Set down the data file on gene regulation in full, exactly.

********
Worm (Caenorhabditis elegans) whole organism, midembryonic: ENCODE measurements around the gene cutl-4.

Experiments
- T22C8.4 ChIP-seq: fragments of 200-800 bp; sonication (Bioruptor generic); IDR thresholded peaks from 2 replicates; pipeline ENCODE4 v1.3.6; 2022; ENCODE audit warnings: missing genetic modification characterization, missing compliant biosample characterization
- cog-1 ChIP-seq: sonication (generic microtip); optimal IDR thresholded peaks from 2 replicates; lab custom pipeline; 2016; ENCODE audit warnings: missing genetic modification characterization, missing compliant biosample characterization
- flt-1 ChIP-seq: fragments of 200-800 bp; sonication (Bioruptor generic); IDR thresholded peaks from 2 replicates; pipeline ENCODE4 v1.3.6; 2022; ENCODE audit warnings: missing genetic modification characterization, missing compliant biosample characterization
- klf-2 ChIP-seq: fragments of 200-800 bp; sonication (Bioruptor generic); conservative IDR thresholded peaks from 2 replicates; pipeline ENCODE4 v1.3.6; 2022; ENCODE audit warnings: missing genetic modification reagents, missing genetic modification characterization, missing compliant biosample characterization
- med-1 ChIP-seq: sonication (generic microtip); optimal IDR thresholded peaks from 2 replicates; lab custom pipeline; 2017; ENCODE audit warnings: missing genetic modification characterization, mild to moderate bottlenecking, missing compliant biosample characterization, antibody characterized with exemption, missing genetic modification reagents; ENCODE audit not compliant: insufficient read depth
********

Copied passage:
Worm (Caenorhabditis elegans) whole organism, midembryonic: ENCODE measurements around the gene cutl-4.

Experiments
- T22C8.4 ChIP-seq: fragments of 200-800 bp; sonication (Bioruptor generic); IDR thresholded peaks from 2 replicates; pipeline ENCODE4 v1.3.6; 2022; ENCODE audit warnings: missing genetic modification characterization, missing compliant biosample characterization
- cog-1 ChIP-seq: sonication (generic microtip); optimal IDR thresholded peaks from 2 replicates; lab custom pipeline; 2016; ENCODE audit warnings: missing genetic modification characterization, missing compliant biosample characterization
- flt-1 ChIP-seq: fragments of 200-800 bp; sonication (Bioruptor generic); IDR thresholded peaks from 2 replicates; pipeline ENCODE4 v1.3.6; 2022; ENCODE audit warnings: missing genetic modification characterization, missing compliant biosample characterization
- klf-2 ChIP-seq: fragments of 200-800 bp; sonication (Bioruptor generic); conservative IDR thresholded peaks from 2 replicates; pipeline ENCODE4 v1.3.6; 2022; ENCODE audit warnings: missing genetic modification reagents, missing genetic modification characterization, missing compliant biosample characterization
- med-1 ChIP-seq: sonication (generic microtip); optimal IDR thresholded peaks from 2 replicates; lab custom pipeline; 2017; ENCODE audit warnings: missing genetic modification characterization, mild to moderate bottlenecking, missing compliant biosample characterization, antibody characterized with exemption, missing genetic modification reagents; ENCODE audit not compliant: insufficient read depth